When I turned 39, I decided that since no one was around to buy me a really nice birthday present, I would buy myself one. Shawn and I both believed that it was important to do nice things for yourself, so I knew he would have approved. In any case, I recently got a great new camera and I’ve spent the past few weeks taking test photos of my children. Last week, my cousin came to town and we took the kids to the zoo, so I used the opportunity to bust out my new camera and see what it could do. I think I took about a thousand photos of the baby orangutan, and I also shot this magical cover photo of the kids with the sea lions.
It was a great, if exhausting day and we slumped on the couch at the end of it. It was at that moment that I realized that I couldn’t find my camera. My cousin and I started searching for it and couldn’t find it anywhere. She started really worrying, turning over couch cushions and looking everywhere. I went upstairs to deal with something, and heard her shuffling through everything.
It was at that moment that I thought, “I really don’t care if we find this camera.”
I mean, I wanted to find the camera. I liked it, and I had spent a decent amount of money on it, and dammit, it was the first present I’ve given to myself during this terrible time period in my life. It was just expensive enough that if it was gone, I wouldn’t be replacing it. I didn’t want to lose this camera.
But I also didn’t really care if we found it. By that, I meant that I’d like to find it, that finding it would definitely be better than not finding it. But when I used to lose things like this, objects of some value, I would get this panicky feeling in my chest that something truly bad had happened. I would feel like things were not going to be okay if I couldn’t find whatever it was – keys, wallet, phone, whatever.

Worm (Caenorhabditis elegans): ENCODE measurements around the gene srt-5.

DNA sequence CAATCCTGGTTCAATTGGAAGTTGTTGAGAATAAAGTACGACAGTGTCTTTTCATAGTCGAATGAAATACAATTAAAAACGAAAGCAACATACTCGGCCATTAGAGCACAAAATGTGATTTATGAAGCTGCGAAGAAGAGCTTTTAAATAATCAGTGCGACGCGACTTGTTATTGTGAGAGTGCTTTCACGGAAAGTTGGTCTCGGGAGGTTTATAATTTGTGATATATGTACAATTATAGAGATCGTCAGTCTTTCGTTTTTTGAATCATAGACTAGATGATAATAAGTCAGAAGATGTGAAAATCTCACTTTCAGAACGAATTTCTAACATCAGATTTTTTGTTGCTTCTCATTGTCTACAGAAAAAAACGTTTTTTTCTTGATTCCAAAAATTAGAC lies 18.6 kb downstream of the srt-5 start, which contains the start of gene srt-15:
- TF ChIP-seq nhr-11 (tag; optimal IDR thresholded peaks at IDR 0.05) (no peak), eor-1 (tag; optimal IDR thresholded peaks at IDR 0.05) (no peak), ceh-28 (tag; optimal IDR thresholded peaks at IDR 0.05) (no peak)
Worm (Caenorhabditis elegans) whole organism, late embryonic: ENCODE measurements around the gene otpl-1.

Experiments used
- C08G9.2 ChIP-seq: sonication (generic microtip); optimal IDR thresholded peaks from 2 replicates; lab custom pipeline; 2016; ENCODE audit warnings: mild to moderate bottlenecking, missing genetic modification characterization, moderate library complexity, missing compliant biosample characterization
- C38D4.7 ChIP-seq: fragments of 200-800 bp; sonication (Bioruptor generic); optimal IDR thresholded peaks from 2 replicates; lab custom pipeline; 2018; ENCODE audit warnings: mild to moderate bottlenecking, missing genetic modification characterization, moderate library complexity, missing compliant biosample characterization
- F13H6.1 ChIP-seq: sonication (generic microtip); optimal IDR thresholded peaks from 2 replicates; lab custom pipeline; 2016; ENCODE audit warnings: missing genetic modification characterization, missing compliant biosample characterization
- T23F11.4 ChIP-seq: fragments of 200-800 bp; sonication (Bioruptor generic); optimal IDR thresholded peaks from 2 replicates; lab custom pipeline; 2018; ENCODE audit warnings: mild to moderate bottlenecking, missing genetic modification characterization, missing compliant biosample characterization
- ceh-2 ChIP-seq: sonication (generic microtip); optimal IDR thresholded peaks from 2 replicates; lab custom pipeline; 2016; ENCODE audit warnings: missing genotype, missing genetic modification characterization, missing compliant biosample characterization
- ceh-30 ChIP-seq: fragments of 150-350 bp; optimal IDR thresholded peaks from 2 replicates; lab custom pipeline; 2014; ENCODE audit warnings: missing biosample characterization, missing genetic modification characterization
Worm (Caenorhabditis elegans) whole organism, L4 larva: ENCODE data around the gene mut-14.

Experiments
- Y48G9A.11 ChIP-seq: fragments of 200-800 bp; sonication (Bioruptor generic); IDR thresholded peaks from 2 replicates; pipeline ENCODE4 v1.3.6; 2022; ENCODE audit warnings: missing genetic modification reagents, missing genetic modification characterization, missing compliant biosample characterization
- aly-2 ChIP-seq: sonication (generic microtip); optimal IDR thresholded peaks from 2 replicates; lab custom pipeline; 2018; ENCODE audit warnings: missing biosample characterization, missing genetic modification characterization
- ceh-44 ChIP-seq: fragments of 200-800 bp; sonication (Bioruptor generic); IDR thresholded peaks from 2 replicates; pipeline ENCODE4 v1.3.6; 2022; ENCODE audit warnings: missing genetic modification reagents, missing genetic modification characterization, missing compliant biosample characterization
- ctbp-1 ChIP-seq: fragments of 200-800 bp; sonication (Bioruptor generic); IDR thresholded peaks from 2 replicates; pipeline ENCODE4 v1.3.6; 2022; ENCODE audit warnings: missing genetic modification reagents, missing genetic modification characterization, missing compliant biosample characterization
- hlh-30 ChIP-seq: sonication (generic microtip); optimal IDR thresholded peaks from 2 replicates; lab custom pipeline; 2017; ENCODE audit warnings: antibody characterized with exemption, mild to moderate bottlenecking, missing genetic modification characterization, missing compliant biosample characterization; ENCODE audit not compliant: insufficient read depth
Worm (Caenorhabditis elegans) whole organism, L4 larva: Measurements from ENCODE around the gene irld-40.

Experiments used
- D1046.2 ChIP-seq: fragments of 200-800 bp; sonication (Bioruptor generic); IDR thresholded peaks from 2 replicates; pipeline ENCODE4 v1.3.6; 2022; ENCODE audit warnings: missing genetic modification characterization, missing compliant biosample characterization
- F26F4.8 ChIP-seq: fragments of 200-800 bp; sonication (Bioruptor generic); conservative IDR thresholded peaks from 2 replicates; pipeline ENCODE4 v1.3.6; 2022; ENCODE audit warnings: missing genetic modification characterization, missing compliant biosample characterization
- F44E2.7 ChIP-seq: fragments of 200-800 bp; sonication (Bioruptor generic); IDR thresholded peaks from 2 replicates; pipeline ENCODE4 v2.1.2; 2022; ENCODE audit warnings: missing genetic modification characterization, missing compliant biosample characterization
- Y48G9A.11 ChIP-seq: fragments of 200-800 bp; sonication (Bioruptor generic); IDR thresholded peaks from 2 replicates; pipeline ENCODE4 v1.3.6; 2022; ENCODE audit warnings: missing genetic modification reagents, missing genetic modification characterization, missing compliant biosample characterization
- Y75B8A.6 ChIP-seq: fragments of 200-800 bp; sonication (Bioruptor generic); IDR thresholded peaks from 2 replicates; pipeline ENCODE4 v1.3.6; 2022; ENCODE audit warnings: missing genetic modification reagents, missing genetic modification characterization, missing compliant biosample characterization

Now, I just don’t care in that same way. When I lost the camera that day, I honestly didn’t get that panicky feeling that I’ve felt so often before. I was annoyed, certainly, but I didn’t feel like the world was going to end.
The thing is, the camera doesn’t matter. It’s never mattered. The only change in my life is that now I know that the camera doesn’t matter.
I’m not saying I’m going to stay this newly enlightened forever, or that I won’t freak out over something trivial as soon as tomorrow. I am just saying that death, and grief, changed me in this very specific way. I like nice things. I do. I just don’t care about them right now in the same way I used to. In some ways, it’s kind of freeing.
After I had kids, I used to tell people about going through a similar experience when I was at the airport. Before, I would worry about having every single thing I might possibly need, but once I had kids, all I worried about was whether all of them were still with me as I moved through the airport.
But I know that even then, I would have freaked out if I had lost a brand new camera. And you know what? I know that there will be a time, someday, when I will no longer be so calm when faced with a lost wallet or watch or camera. I know I will not always have this perspective, though I truly do wish I could keep it forever.
It’s cliché, and not good writing to say this, but things – actual physical objects – don’t matter to me right now. I like the nice objects I own, and I appreciate quality products in my house. It’s just that I know they don’t really matter. I knew that before, of course, but now I feel it in a deeper way.
The panic is gone. I guess I used it all up in the weeks when Shawn was really sick and in the months after he died. My gut seems to have re-set to a new normal where only a few things – and their names are Claire, Austin and Tommy – can really make me panic.
So, I figured in that moment, that I could do without the camera. Hell, I still had a phone that could capture the basics.
Of course, after all that, my cousin came back inside from searching the car for a second time. “I found it!” she said.
I was glad to find the camera. But in the grand scheme of things, it didn’t matter.